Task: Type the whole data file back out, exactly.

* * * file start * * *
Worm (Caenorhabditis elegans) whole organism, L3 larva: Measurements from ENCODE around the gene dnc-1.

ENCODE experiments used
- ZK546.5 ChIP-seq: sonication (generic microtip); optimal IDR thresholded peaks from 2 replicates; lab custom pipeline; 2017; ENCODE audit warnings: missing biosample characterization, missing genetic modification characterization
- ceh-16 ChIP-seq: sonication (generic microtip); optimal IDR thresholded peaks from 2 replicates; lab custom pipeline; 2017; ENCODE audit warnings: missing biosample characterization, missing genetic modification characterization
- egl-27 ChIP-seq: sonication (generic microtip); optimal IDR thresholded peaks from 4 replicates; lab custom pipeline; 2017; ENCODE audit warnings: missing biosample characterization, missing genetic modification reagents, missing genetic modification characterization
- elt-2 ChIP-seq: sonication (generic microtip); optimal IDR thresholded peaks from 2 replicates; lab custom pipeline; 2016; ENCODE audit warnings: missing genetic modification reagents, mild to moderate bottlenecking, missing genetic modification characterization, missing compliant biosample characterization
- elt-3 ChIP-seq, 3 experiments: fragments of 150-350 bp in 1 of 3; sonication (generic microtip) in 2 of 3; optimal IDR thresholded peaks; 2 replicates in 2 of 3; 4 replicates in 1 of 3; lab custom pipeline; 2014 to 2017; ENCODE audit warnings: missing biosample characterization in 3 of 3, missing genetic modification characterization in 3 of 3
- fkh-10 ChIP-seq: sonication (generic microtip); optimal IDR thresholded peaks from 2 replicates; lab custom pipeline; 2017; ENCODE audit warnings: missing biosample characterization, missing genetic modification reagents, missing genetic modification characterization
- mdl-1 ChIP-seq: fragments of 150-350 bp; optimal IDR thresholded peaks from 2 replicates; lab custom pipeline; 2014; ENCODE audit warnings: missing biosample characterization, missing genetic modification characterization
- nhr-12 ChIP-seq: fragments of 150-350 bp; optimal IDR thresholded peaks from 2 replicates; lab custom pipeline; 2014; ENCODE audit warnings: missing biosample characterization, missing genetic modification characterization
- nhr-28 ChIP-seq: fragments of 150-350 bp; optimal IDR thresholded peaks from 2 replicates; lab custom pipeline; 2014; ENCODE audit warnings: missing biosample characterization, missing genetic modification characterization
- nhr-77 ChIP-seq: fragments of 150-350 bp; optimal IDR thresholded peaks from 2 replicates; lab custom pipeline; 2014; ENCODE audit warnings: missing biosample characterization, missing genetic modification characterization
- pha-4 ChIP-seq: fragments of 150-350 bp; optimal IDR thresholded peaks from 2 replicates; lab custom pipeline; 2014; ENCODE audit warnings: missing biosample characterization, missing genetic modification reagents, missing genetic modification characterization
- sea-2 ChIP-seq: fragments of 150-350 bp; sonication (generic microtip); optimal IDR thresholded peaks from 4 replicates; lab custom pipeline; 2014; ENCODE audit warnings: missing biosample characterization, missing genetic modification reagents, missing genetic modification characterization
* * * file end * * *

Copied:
Worm (Caenorhabditis elegans) whole organism, L3 larva: Measurements from ENCODE around the gene dnc-1.

ENCODE experiments used
- ZK546.5 ChIP-seq: sonication (generic microtip); optimal IDR thresholded peaks from 2 replicates; lab custom pipeline; 2017; ENCODE audit warnings: missing biosample characterization, missing genetic modification characterization
- ceh-16 ChIP-seq: sonication (generic microtip); optimal IDR thresholded peaks from 2 replicates; lab custom pipeline; 2017; ENCODE audit warnings: missing biosample characterization, missing genetic modification characterization
- egl-27 ChIP-seq: sonication (generic microtip); optimal IDR thresholded peaks from 4 replicates; lab custom pipeline; 2017; ENCODE audit warnings: missing biosample characterization, missing genetic modification reagents, missing genetic modification characterization
- elt-2 ChIP-seq: sonication (generic microtip); optimal IDR thresholded peaks from 2 replicates; lab custom pipeline; 2016; ENCODE audit warnings: missing genetic modification reagents, mild to moderate bottlenecking, missing genetic modification characterization, missing compliant biosample characterization
- elt-3 ChIP-seq, 3 experiments: fragments of 150-350 bp in 1 of 3; sonication (generic microtip) in 2 of 3; optimal IDR thresholded peaks; 2 replicates in 2 of 3; 4 replicates in 1 of 3; lab custom pipeline; 2014 to 2017; ENCODE audit warnings: missing biosample characterization in 3 of 3, missing genetic modification characterization in 3 of 3
- fkh-10 ChIP-seq: sonication (generic microtip); optimal IDR thresholded peaks from 2 replicates; lab custom pipeline; 2017; ENCODE audit warnings: missing biosample characterization, missing genetic modification reagents, missing genetic modification characterization
- mdl-1 ChIP-seq: fragments of 150-350 bp; optimal IDR thresholded peaks from 2 replicates; lab custom pipeline; 2014; ENCODE audit warnings: missing biosample characterization, missing genetic modification characterization
- nhr-12 ChIP-seq: fragments of 150-350 bp; optimal IDR thresholded peaks from 2 replicates; lab custom pipeline; 2014; ENCODE audit warnings: missing biosample characterization, missing genetic modification characterization
- nhr-28 ChIP-seq: fragments of 150-350 bp; optimal IDR thresholded peaks from 2 replicates; lab custom pipeline; 2014; ENCODE audit warnings: missing biosample characterization, missing genetic modification characterization
- nhr-77 ChIP-seq: fragments of 150-350 bp; optimal IDR thresholded peaks from 2 replicates; lab custom pipeline; 2014; ENCODE audit warnings: missing biosample characterization, missing genetic modification characterization
- pha-4 ChIP-seq: fragments of 150-350 bp; optimal IDR thresholded peaks from 2 replicates; lab custom pipeline; 2014; ENCODE audit warnings: missing biosample characterization, missing genetic modification reagents, missing genetic modification characterization
- sea-2 ChIP-seq: fragments of 150-350 bp; sonication (generic microtip); optimal IDR thresholded peaks from 4 replicates; lab custom pipeline; 2014; ENCODE audit warnings: missing biosample characterization, missing genetic modification reagents, missing genetic modification characterization